There was once a time when design and shopping centers were pinnacle to presentation. Back when shopping centers where in their prime, and seemed culturally and architecturally relevant, their developers had vision as centers like Fox Run show today. They were shaped by the conformity of the new age; a new frontier of design back in the 1970‘s whose peak of experimental and often eccentric science-fiction-inspired design was on high. Fox Run Mall was quite frankly the swankiest presentation around and still showcases as an outliar. While Fox Run was certainly cutting-edge then, its groovin' design tells of an appearent lost trend.

Like it windows back into a galaxy far, far away, there’s all the vestige; sloped and shingled hut roofing with other bizarre, grandiose shapely roofs makes it almost something islandic this side of Star Wars. Throw in some oddly-painted murals at the former Shaw's, brown-draped everything, Euro-aqueduct-style brick arches, and you've got a portfolio of Fox Run's richly groovy texture. There were no Ewoks to be found in the frontal facing landscaping areas, once sought to be a highlight of Fox Run's cunningly different atmosphere, which still bare foreground accentuating its strip presentation of shops.

They certainly had a thing for these Italian-inspired aqueduct archways, more or less a staple of 1970's trends.

Just one of Fox Run Mall's few time-expired tenants.

While Fox Run isn’t quite a traditional "shopping mall", given its scale, the design is certainly one that may have been ahead of its time with the regional malls (especially Westfarms). When a trend of enclosing (existing and new) malls sweeped the land in the early 70's, developers at Fox Run wanted to invite a different idea. They didn’t exceed the expectations of a regional shopping mall given their alloted space and project goal, they made something of a hybrid strip mall concept; essentially a strip mall-based center complete with some amentites of a shopping mall including (non-faux) landscaping, benching, but also a scaffold to protect shoppers from weathering all under a true blue sky to promote an outdoor feel.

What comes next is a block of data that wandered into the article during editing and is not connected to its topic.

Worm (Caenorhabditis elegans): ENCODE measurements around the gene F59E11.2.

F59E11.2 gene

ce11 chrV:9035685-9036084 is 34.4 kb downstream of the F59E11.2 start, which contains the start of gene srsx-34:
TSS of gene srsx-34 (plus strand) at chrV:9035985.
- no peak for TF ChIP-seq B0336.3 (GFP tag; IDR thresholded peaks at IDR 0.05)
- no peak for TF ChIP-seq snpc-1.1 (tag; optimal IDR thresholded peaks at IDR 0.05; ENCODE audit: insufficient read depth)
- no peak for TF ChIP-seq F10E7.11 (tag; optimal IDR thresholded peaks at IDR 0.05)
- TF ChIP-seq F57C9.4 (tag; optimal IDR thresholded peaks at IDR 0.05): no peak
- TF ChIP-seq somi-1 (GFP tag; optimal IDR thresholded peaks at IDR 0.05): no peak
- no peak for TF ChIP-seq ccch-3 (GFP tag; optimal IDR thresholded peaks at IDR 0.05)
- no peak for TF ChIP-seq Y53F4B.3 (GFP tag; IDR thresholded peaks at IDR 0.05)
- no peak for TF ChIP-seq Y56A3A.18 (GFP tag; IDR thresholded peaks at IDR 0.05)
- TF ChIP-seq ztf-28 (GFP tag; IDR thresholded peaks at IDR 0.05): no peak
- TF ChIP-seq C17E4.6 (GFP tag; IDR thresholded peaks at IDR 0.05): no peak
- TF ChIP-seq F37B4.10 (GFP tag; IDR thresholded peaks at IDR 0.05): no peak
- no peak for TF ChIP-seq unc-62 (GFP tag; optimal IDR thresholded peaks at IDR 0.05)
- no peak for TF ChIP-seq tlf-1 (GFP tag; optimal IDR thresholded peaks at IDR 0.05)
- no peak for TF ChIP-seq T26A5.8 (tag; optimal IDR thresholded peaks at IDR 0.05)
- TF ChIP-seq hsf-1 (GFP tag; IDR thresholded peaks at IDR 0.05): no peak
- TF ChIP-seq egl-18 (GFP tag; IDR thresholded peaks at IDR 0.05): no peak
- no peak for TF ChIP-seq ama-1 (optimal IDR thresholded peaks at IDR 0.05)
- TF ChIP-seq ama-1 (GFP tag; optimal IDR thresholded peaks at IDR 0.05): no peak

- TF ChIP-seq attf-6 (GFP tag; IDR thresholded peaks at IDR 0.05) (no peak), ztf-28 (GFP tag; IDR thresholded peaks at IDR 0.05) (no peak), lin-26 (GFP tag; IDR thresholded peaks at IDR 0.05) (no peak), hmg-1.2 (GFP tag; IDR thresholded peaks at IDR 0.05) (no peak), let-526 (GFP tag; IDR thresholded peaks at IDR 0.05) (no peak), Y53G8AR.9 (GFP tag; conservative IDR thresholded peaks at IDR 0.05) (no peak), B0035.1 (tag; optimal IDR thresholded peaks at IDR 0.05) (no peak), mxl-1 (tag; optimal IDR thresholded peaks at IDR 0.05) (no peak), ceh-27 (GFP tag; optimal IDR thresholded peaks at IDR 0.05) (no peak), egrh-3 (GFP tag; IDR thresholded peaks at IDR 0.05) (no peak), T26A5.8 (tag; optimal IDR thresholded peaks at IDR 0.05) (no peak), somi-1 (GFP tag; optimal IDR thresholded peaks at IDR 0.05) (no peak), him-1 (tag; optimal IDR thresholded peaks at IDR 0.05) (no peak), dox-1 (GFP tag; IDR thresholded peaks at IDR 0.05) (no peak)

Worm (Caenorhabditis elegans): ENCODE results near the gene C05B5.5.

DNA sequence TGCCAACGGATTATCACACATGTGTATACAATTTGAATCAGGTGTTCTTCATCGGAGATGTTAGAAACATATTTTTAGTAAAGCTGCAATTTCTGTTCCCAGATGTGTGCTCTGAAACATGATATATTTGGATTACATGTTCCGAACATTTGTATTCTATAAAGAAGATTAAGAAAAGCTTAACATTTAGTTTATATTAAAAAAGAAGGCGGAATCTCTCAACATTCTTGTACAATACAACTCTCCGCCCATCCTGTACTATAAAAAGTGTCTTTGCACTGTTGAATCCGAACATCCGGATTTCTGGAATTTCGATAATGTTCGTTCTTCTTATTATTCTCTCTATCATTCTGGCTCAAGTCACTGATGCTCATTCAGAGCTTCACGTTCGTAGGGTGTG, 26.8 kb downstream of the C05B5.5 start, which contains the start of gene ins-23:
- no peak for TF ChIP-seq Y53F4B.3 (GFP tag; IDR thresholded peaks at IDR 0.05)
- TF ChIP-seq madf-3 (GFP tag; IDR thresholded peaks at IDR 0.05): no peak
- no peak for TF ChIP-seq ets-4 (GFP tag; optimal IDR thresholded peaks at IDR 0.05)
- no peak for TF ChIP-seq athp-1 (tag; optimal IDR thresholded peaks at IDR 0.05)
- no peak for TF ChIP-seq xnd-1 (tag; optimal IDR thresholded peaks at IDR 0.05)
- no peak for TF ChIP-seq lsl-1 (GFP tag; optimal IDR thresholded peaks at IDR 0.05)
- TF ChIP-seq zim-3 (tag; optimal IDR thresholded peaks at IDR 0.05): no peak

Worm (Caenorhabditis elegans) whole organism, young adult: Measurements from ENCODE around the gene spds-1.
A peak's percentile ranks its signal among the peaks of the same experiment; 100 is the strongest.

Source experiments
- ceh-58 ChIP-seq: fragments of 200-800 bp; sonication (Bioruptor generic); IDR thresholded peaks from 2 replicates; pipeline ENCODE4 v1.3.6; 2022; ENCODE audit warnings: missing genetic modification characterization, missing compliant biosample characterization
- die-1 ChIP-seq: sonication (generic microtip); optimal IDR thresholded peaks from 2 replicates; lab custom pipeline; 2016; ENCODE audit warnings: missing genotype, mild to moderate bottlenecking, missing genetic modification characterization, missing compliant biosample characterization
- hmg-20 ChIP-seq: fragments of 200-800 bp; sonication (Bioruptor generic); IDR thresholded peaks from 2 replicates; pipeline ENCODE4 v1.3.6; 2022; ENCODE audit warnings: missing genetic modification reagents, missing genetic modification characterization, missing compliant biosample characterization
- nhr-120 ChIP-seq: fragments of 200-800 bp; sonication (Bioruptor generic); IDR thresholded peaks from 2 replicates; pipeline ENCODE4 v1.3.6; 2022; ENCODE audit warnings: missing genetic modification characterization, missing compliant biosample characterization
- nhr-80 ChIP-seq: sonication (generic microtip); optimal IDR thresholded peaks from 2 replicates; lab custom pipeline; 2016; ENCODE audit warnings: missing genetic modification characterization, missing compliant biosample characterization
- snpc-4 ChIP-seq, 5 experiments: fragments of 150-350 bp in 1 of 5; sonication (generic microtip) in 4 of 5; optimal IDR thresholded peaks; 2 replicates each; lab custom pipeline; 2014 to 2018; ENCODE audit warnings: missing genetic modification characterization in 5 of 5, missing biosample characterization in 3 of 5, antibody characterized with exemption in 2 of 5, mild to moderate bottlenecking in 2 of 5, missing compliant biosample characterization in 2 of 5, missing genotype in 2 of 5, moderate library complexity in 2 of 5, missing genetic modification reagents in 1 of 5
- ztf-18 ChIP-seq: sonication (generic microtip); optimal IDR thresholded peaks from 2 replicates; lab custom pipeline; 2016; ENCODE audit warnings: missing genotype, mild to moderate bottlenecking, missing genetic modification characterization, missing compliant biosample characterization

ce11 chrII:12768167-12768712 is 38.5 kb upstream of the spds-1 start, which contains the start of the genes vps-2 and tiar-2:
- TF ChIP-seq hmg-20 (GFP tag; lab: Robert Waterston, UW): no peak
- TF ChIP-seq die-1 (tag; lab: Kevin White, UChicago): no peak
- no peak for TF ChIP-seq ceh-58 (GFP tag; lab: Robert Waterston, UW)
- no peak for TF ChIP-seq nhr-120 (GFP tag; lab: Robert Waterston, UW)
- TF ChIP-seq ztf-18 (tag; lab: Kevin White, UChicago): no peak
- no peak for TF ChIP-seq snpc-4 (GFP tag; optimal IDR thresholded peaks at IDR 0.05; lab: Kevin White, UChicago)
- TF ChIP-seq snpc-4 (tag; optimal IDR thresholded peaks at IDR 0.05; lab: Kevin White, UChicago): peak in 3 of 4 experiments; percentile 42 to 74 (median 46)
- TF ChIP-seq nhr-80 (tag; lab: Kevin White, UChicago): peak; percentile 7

Early phase of development threw in a "Mini Mall" for good measure.

The other angle to Fox Run is its traditional indoor-style; a "Mini-Mall" on the right side of the center which features a small corridor-length indoor portion catering to just a few other shops not featured along the showcased strip. It's nothing big at all, and probably something that could've benefitted from being expanded. Feeling the shadow of past today, most of those shops are now small-time community-based or within vacancy like Arrow Drug; whose Walgreens-esque wooden "mortar and pestle" logo still decors the outside. On the contra; all the strip shops are fully occupied; ranging from unique "lifestyle" shops; a bank, laundromat belonging to someone named "Luba" (couldn't help thinking "Jabba"), and unique dining like Elisa on The Ave to chain stores, like Radio Shack.

Could it be Fox Run’s space-aged design was a forecast to the sweeping “lifestyle” concept that’s embraced today? One could only hope, whatever the future brings to Fox Run, it might still retain its independence in the bland space of shopping centers.

Digest on the Yahoo! Photos-hosted photoset of Fox Run Mall. We visited it just before the big snow storm so these are freshly recent. My treat for neglecting you all this past week. Have a superb, possibly long weekend!

Wednesday, February 07, 2007

983 New Britain Avenue; West Hartford, Connecticut

Following our report on an uncovered former Caldor in Groton revealed by a Connecticut local, and a forecast of slow reporting this week due to ridiculously chilly weather in the Northeast which prevents me in my idle time from shooting much of anything new. So, we've decided to dig into the best of 2006 archive and introduce a segment on The Caldor Rainbow; a half-vacant site I had visited repeatedly last year.

983 New Britain Avenue is now home to fallen retail stardom. A plaza most formerly belonging to department discounter Ames has seen brighter years of the past, but not too much since. Ever since its final vacancy in 2003 the building stands devoid of retail traffic today in a mostly dilapidated area in the outskirts of West Hartford. While not originally, it's most notably known as having once been home to Caldor, which was later purchased by Ames.

Signature green of Ames logo peeks from behind the black-out.

Located just no more than three miles from Westfarms Mall, the plaza is located on New Britain Avenue, along Route 71, near some mainlines into the southern end of the capitol; New Park Avenue being one, which trails right into central Hartford, but too far off easy and/or more direct access via Interstate 84.